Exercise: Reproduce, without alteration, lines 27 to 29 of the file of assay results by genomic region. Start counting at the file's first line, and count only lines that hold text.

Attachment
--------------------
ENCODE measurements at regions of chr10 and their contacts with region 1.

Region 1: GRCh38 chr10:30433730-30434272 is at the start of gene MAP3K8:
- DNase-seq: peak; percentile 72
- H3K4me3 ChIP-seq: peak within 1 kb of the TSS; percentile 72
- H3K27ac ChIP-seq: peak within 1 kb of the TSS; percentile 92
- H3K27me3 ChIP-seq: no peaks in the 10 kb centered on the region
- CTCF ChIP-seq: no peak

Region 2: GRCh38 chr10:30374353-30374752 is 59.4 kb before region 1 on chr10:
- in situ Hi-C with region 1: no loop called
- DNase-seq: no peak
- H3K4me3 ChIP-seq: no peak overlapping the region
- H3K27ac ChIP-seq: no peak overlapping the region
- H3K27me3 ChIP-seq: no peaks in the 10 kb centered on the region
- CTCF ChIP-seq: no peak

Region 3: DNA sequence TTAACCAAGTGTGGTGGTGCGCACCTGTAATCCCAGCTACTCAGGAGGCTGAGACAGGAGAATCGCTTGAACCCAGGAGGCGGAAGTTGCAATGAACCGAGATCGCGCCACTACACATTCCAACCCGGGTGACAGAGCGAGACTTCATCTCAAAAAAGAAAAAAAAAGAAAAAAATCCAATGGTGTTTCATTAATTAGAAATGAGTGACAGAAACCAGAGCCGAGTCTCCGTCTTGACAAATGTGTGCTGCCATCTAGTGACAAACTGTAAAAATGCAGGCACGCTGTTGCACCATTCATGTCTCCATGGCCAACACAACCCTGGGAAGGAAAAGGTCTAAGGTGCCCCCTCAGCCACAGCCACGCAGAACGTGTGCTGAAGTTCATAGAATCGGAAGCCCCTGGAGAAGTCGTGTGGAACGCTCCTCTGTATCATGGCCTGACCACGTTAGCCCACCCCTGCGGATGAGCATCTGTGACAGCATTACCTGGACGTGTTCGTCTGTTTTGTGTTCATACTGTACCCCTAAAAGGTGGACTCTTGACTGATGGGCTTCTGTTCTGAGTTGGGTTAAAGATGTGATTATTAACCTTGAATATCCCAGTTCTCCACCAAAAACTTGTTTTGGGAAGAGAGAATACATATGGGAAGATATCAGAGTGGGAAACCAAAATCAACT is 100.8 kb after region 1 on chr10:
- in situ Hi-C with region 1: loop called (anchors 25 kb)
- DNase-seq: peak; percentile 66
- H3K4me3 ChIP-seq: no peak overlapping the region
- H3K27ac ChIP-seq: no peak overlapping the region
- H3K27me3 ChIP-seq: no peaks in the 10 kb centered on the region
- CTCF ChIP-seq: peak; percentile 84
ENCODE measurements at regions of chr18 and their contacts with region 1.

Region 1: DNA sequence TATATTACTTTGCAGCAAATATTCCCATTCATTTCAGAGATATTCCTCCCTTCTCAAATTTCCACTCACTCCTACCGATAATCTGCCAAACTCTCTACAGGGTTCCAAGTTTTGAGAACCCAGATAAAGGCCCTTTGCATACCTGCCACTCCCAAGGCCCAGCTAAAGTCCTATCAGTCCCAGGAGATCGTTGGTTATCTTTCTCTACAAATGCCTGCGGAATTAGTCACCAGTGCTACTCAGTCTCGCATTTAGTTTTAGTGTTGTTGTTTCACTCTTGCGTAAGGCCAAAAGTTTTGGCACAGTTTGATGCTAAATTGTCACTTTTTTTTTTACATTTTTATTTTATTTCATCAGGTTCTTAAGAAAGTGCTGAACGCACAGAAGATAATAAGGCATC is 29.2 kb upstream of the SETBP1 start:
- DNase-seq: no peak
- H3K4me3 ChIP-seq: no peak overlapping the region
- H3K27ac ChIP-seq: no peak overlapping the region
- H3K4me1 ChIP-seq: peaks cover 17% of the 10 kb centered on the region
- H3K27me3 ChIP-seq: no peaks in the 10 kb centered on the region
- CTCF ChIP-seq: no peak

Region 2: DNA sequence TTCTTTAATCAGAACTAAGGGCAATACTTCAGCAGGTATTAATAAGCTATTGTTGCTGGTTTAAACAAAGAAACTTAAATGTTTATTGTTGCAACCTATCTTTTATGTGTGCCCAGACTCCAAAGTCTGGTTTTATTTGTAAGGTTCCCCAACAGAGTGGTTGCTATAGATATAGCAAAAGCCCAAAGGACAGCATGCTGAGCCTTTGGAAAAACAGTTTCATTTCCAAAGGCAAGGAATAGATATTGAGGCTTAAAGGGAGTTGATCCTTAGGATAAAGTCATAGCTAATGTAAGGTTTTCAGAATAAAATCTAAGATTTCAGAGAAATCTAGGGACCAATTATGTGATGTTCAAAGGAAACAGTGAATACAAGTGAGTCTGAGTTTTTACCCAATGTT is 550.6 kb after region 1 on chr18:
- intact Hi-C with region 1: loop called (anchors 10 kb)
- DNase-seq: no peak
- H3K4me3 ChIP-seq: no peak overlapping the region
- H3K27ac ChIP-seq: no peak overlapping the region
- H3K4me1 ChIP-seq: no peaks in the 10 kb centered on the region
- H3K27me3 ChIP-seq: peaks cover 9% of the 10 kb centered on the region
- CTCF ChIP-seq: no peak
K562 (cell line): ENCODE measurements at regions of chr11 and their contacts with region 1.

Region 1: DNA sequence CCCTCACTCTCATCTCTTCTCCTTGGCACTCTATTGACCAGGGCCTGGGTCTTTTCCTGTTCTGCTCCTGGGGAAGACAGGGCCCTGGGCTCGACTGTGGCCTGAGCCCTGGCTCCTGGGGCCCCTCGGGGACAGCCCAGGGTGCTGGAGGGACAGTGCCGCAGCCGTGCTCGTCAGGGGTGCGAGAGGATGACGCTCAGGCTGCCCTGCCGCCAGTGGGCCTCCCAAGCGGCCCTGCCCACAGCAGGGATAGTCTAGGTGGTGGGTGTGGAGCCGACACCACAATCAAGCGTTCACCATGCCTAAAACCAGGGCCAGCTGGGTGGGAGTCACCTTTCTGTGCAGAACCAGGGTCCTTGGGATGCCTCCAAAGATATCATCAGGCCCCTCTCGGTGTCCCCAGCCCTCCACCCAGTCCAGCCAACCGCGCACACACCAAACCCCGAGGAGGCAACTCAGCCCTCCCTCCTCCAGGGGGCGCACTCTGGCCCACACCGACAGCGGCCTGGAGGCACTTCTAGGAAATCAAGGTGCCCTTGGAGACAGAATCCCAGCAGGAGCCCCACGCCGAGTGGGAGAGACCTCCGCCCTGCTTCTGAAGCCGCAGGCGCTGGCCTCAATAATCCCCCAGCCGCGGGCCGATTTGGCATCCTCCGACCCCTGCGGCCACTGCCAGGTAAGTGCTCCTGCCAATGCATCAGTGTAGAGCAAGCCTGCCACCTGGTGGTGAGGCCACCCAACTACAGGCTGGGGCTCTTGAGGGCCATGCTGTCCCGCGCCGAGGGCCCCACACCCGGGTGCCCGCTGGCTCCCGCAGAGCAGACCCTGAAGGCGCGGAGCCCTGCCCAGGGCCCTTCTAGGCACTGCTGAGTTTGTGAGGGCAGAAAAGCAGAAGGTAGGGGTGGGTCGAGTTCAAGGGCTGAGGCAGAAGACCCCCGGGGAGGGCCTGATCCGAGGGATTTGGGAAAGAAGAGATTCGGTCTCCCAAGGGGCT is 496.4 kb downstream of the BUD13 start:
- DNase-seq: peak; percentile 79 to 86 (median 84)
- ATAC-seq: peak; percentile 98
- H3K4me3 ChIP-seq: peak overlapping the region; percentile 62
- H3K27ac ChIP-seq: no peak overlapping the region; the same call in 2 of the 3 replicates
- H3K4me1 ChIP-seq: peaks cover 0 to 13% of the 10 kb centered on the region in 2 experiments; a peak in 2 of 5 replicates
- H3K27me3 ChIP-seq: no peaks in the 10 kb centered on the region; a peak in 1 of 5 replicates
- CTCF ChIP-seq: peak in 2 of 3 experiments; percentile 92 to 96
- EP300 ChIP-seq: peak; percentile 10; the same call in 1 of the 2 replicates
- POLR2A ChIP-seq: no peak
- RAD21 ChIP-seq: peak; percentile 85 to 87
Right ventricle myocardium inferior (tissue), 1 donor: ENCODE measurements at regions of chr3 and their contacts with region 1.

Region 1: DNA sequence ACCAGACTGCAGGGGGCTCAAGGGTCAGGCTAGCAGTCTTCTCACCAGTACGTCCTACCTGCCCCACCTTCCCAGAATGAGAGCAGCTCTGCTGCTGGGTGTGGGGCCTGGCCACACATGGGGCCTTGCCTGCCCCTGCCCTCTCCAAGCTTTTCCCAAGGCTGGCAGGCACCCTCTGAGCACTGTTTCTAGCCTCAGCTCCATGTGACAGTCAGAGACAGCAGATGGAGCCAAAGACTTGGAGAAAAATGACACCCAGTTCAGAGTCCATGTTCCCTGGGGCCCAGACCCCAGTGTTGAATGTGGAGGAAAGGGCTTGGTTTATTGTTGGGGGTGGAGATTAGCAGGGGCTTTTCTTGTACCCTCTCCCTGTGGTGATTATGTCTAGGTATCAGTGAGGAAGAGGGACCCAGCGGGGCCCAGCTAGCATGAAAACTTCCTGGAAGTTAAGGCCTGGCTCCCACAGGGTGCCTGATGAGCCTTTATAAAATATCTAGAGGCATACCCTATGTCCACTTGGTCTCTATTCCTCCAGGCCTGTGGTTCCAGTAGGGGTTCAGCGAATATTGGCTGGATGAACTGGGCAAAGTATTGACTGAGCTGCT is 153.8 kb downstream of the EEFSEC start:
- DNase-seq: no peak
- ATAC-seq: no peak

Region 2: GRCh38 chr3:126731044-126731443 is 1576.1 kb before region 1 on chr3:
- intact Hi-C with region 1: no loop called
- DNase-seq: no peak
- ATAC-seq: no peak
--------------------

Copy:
- H3K4me1 ChIP-seq: peaks cover 17% of the 10 kb centered on the region
- H3K27me3 ChIP-seq: no peaks in the 10 kb centered on the region
- CTCF ChIP-seq: no peak